The Kelly formula shows investors the optimal amount that should be placed in an investment. Even in situations where there is a fair probability of total loss, the formula can say to place a very large portion of your portfolio in that single opportunity. It all depends on the amount of upside and the probability of loss. Those familiar with the Kelly formula know that its use will grow a portfolio at the maximum possible rate regardless of volatility. That is, assuming all your inputs of probability and outcomes are correct (a big assumption in investing).
There is one problem with the Kelly formula in “real-life” scenarios: you must consider how much losses you can actually bare. Here’s a quote from Robert Rubin on the subject:
Even when the expected value for additional risks is positive, every trader or investor—from the smallest individual to the largest commercial or investment bank—must decide, as a separate matter, how much loss he or it can tolerate, financially and psychologically.
The Kelly formula may say to put 50% of your portfolio into ABC Bank, even if there is a 10% chance of losing the entire investment. In a perfect world (where the same portfolio continues to invest using the Kelly criterion), that’s fine. Any loss should be made up for over time. But a 50% portfolio loss can take a huge psychological toll on an investor. In a fund, the average investor will probably be unable to bare it, and withdraw their stake. My point is that an investor (especially with a concentrated portfolio) must be extremely careful when purchasing anything that has a chance of total loss.
I will agree that there may be a handful of financial companies that could be relatively safe bets. Wells Fargo is an often cited example. The major component in the thesis of buying any financial stock must be its management. Excellent management is an absolute must, but even then, doesn’t completely protect an investor. A good quote from Warren Buffett in the 1990 Berkshire report:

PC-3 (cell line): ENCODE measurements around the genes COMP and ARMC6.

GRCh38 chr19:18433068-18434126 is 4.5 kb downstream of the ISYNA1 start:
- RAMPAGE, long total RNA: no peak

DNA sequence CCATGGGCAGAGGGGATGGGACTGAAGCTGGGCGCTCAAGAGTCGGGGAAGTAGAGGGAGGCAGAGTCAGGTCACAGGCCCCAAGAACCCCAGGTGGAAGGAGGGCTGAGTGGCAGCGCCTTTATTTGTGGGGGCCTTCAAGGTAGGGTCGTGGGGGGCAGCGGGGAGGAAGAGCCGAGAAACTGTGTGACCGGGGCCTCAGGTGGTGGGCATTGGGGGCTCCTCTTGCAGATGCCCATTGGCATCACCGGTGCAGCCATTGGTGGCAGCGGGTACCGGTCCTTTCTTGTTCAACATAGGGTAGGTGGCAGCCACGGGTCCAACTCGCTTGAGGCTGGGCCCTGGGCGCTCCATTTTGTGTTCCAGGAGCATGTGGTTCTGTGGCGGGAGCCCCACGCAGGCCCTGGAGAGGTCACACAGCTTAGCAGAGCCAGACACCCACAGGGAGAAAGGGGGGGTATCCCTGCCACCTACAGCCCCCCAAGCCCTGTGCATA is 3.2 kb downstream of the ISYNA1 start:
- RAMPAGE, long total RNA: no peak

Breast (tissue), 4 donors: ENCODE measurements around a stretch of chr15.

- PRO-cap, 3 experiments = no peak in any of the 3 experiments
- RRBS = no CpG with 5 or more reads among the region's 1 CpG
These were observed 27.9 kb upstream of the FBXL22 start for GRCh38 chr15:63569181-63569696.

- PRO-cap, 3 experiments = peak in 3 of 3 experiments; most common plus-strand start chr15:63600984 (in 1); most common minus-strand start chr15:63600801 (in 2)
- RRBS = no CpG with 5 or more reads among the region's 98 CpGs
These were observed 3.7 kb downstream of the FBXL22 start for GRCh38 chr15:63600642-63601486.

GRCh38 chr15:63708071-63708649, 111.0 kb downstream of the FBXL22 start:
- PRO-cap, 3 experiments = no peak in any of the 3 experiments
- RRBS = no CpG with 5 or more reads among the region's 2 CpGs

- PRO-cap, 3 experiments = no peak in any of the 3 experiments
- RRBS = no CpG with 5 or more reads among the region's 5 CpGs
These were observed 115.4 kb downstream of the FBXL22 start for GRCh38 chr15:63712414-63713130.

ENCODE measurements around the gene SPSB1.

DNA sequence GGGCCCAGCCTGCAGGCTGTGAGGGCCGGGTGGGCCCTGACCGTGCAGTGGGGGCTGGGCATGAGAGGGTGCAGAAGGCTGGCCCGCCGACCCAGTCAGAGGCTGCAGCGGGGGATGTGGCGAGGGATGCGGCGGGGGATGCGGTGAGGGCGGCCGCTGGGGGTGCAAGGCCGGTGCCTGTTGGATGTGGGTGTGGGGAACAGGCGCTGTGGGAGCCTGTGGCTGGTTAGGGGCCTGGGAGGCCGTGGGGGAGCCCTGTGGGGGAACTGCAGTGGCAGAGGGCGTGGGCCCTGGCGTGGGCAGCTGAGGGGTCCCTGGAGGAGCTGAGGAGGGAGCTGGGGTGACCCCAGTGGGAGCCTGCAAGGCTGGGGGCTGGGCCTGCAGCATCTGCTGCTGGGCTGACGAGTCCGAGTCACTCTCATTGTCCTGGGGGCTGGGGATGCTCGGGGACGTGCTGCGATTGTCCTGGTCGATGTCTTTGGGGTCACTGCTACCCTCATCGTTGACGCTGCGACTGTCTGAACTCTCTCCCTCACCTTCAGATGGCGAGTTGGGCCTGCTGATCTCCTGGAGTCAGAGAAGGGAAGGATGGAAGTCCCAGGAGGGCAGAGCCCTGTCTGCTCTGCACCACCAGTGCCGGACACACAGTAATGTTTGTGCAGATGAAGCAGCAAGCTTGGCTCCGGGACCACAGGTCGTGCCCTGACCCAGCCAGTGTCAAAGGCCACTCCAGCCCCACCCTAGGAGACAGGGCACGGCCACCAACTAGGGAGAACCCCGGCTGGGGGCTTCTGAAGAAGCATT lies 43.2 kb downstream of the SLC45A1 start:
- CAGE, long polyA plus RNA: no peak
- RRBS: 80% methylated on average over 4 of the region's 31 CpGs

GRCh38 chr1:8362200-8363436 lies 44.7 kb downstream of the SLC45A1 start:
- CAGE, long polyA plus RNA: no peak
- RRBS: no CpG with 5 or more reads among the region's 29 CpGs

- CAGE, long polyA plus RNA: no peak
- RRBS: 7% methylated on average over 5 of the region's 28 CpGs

The banking business is no favorite of ours. When assets are twenty times equity—a common ratio in this industry—mistakes that involve only a small portion of assets can destroy a major portion of equity. And mistakes have been the rule rather than the exception at many major banks. Most have resulted from a managerial failing that we described last year when discussing the “institutional imperative:” the tendency of executives to mindlessly imitate the behavior of their peers, no matter how foolish it may be to do so. In their lending, many bankers played follow-the-leader with lemming-like zeal; now they are experiencing a lemming-like fate.
Investors in Bear Stearns, IndyMac Bank, and countless other mortgage companies will never be able to recoup their losses. That’s the risk an investor must take when purchasing financial companies. I’ll close by including the rest of Bob Rubin’s discussion on risk:
As an additional complication, there is one type of financial risk, the risk of remote contingencies—which, if they occur, can be devastating—that market participants of all kinds almost always systematically underestimate. The list of firms and individuals who have gone broke by failing to focus on remote risks is a long one. Even people who think probabilistically, and are highly analytical and systematic, often dismiss remote contingencies as irrelevant.